COVID-19 - The “Proclamation of Emergency” signed by the Whatcom County Executive concerning COVID-19 remains in effect.
The U.S. and Canada have extended an order closing their shared border to nonessential traffic until at least July 21, 2021.
The National Weather Service has issued "Excessive Heat Warning" remains in effect until 11:00pm Tuesday evening. It was previously set to expire this evening. Dangerously hot conditions today with temperatures lingering in the upper 90s on Tuesday with potentially dangerously hot heat index values up to 111.
A Stage 1 Burn Ban is in effect in unincorporated Whatcom County. For more information, see the following site for more information about this announcement: https://www.whatcomcounty.us/381/Fire-Marshal
A "Red Flag Warning" is in effect from 11:00am this morning to 8:00pm this evening for hot, dry and unstable conditions for fire weather zones 656 and 657 which includes the west slopes of the Cascades. A Red Flag Warning means that critical fire weather conditions are either imminent or occurring now.
A "Small Craft Advisory" in in effect from 8:00pm this evening until 8:00am Tuesday morning.
Conditions across the county today remain hot with temperatures likely to exceed 100 degrees in most locations. When humidity is included, the value will be another three to five degrees higher. The wind will be light. Even Point Roberts is likely to hit at least 90 degrees today. Sumas will be around 112 degrees. Tonight' lows will be around 70 degrees. Tomorrow will begins a trend towards warm but cooler temperatures. We'll still be in the upper 80s and mid 90s tomorrow but the low will drop into the 60s and by Wednesday Sumas will see mid-80s and Bellingham will be around 80 degrees.
**As we enter these warm to hot summer days, it is absolutely crucial you keep the following in mind if you have small children or pets in your vehicle. It only takes 10 minutes for the temperature to reach 104 degrees if the outside temperature is 85 degrees. In 20 minutes, the temperature will reach 114 degrees. And in 30 minutes, it will be 119 degrees.**
Flows within the rivers and streams of Whatcom County are normal with no likelihood of flooding. Warmer temperatures will increase the snowmelt and while there may be very little change in river level, the water temperature twill be very cold and can cause muscle cramps or hypothermia. Exercise caution.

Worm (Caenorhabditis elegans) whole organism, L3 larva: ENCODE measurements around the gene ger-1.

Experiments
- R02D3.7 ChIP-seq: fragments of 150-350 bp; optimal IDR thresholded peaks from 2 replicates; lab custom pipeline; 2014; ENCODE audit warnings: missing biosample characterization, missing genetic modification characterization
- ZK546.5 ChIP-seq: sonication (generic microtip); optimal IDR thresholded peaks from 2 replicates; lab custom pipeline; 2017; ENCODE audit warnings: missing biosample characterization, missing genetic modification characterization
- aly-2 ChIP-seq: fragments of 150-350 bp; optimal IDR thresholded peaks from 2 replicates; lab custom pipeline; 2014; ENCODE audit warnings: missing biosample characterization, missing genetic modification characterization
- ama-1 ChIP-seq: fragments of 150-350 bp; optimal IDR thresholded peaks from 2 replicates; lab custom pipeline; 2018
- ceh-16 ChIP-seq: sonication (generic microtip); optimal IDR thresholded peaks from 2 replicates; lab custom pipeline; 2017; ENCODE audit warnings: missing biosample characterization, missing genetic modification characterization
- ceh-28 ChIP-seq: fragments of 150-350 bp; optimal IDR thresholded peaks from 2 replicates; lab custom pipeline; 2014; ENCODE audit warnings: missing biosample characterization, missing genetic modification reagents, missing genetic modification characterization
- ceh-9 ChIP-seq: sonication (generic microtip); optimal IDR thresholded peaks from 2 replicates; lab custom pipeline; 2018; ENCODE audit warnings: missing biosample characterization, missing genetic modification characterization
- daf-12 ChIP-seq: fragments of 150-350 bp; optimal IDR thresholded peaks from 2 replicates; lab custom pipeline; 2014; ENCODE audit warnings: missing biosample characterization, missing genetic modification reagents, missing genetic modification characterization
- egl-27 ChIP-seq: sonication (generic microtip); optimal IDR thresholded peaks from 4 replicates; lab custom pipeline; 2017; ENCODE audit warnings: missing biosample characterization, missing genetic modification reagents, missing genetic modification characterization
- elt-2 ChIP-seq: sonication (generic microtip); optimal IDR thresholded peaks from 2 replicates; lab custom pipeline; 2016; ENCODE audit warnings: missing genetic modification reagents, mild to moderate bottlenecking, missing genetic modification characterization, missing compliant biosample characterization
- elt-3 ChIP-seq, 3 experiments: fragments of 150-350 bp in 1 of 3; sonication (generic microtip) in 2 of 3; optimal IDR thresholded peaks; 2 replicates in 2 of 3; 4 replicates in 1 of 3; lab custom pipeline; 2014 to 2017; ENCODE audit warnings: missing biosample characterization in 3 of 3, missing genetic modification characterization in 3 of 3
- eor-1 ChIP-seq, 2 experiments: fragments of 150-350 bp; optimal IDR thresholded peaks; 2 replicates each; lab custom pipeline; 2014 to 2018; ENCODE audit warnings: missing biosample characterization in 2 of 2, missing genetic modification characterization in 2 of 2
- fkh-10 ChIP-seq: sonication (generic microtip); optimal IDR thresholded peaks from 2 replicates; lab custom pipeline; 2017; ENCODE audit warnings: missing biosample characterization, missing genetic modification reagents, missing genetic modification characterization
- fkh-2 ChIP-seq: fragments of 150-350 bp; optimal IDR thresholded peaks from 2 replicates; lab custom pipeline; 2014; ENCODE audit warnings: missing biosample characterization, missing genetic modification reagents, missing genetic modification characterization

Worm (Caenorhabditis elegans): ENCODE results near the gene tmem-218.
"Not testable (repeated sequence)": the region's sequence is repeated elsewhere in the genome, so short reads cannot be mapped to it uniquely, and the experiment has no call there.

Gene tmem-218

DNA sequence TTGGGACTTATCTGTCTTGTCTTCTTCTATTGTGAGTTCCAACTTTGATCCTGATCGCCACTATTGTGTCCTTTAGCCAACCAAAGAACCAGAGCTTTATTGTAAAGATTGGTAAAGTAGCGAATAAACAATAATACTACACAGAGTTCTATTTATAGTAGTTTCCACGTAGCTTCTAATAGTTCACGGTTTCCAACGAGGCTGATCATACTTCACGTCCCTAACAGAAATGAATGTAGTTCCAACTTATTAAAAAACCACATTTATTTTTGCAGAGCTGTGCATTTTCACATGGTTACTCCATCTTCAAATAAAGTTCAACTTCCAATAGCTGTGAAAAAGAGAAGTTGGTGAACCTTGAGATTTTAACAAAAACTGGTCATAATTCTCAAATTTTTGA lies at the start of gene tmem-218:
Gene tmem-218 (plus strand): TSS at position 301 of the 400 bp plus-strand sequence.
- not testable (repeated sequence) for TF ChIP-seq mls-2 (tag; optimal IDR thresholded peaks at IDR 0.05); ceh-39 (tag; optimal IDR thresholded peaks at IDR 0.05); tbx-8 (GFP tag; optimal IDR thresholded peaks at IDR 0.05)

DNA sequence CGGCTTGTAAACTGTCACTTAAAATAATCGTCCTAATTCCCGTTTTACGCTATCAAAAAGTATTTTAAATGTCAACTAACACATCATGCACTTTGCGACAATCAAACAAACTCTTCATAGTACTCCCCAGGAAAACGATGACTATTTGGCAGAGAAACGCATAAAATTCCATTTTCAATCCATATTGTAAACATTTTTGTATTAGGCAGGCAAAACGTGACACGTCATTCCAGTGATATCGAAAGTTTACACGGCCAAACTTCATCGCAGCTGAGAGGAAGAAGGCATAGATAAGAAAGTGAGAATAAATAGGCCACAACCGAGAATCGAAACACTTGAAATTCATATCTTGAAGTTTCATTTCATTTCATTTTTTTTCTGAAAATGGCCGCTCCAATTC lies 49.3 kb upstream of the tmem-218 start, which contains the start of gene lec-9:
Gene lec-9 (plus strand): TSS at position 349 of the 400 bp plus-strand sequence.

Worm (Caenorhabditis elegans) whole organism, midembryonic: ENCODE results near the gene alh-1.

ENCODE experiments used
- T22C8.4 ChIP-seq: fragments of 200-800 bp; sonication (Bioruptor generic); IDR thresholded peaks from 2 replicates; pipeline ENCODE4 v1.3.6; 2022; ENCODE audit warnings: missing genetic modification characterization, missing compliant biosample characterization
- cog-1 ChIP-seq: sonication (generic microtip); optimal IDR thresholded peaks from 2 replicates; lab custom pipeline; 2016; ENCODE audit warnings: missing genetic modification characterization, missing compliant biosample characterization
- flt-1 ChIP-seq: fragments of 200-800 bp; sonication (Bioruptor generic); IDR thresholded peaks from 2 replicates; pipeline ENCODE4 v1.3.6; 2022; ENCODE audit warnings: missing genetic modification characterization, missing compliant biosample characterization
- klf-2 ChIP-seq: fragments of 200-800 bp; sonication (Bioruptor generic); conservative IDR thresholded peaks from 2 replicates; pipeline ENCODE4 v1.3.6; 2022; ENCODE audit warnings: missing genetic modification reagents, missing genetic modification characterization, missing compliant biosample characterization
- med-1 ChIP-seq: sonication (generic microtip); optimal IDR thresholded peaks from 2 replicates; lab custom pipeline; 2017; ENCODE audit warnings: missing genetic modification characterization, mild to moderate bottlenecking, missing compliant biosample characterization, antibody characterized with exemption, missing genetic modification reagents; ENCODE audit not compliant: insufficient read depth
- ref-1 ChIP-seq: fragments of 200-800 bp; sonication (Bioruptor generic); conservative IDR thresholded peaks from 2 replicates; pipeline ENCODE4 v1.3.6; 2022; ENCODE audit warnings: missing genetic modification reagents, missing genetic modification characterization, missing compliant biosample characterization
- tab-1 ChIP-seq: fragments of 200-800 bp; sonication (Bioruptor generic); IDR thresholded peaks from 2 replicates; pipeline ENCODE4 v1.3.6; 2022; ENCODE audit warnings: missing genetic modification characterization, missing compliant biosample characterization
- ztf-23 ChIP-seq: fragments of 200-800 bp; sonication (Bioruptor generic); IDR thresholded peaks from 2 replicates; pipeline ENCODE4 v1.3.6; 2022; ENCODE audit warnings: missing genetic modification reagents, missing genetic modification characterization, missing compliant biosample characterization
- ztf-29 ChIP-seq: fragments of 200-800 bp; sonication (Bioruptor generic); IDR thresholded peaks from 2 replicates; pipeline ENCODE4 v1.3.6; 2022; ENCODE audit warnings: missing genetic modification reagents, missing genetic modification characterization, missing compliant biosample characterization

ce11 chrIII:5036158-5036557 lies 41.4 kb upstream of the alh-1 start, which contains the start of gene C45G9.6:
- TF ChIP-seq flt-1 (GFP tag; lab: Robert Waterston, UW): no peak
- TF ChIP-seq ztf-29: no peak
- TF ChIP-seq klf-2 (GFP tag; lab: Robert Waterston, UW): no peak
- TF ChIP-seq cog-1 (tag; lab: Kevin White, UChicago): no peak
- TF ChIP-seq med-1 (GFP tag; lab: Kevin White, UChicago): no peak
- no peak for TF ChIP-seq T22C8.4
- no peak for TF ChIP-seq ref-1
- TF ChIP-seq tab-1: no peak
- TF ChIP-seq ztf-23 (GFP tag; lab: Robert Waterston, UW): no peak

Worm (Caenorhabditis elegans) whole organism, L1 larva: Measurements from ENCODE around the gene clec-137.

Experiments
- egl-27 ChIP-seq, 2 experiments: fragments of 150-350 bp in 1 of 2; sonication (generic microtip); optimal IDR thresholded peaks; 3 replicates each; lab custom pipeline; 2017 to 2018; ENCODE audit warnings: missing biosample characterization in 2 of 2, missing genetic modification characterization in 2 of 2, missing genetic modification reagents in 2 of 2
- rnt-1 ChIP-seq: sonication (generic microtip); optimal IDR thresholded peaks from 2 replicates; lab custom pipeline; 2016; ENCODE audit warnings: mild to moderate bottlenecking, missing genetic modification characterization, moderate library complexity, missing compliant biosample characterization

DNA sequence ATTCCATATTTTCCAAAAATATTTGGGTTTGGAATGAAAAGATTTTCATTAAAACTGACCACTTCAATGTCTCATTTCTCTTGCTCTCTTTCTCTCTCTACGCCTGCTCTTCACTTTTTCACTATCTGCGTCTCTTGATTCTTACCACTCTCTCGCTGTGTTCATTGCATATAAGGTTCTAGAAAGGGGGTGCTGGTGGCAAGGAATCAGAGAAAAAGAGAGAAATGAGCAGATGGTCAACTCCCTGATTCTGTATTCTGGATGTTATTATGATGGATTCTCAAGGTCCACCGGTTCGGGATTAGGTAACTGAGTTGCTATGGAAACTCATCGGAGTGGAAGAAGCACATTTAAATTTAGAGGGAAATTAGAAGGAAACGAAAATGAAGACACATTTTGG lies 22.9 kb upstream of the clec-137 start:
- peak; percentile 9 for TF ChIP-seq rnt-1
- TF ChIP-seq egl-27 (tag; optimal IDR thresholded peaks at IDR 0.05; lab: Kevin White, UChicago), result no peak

A thermal trough near the coast will shift over the Inland Waters on Monday and then into Eastern WA Monday night. There will be a southerly flow reversal at the coast on Monday then increasing onshore flow Monday night with gales possible through the Strait. An onshore flow pattern will prevail Tuesday through the end of the week. Winds. Today: NW wind to 10 knots rising to 5-15 knots in the afternoon. Wind waves 2' or less. Tonight: NW wind 5-15 knots becoming S 15-25 knots after midnight. Wind waves 2' or less building to 2-4' after midnight. Tomorrow: S wind 15-25 knots easing to 10-20 knots in the afternoon . Wind waves 2-4'. Tomorrow Night: W S wind 20-30 knots easing to 15-25 knots after midnight. Wind waves 3-5'.
Emergency Management Tips and Reminders
As we enter into the summer months temperatures will be on the rise and vegetation will begin to dry out and with that comes the increased risk of wildland fires. Now is the time to familiarize yourself with your local jurisdictions restrictions and for unincorporated Whatcom County residents visit the Whatcom County Fire Marshal's website at https://www.whatcomcounty.us/381/Fire-Marshal.
Excessive Heat Tips
While there is nothing we can do to stop the heat over the coming days, there are things we can do to reduce our exposure to its effects. This is not a complete list.
- If possible, stay in an air-conditioned location
- Drink more water than usual; do not wait until you're thirsty to drink water.
- Check on a friend or neighbor and have someone do the same for you.
- Avoid using the stove or oven as this will add to the heat in your home.
- Limit your outdoor activity.
- Use sunscreen if outdoors
- Pace your activity. Start activities slow and pick up the pace gradually.
- Complete tasks early or late in the day to avoid the hottest part of the day.
Emergency Management In The Backcountry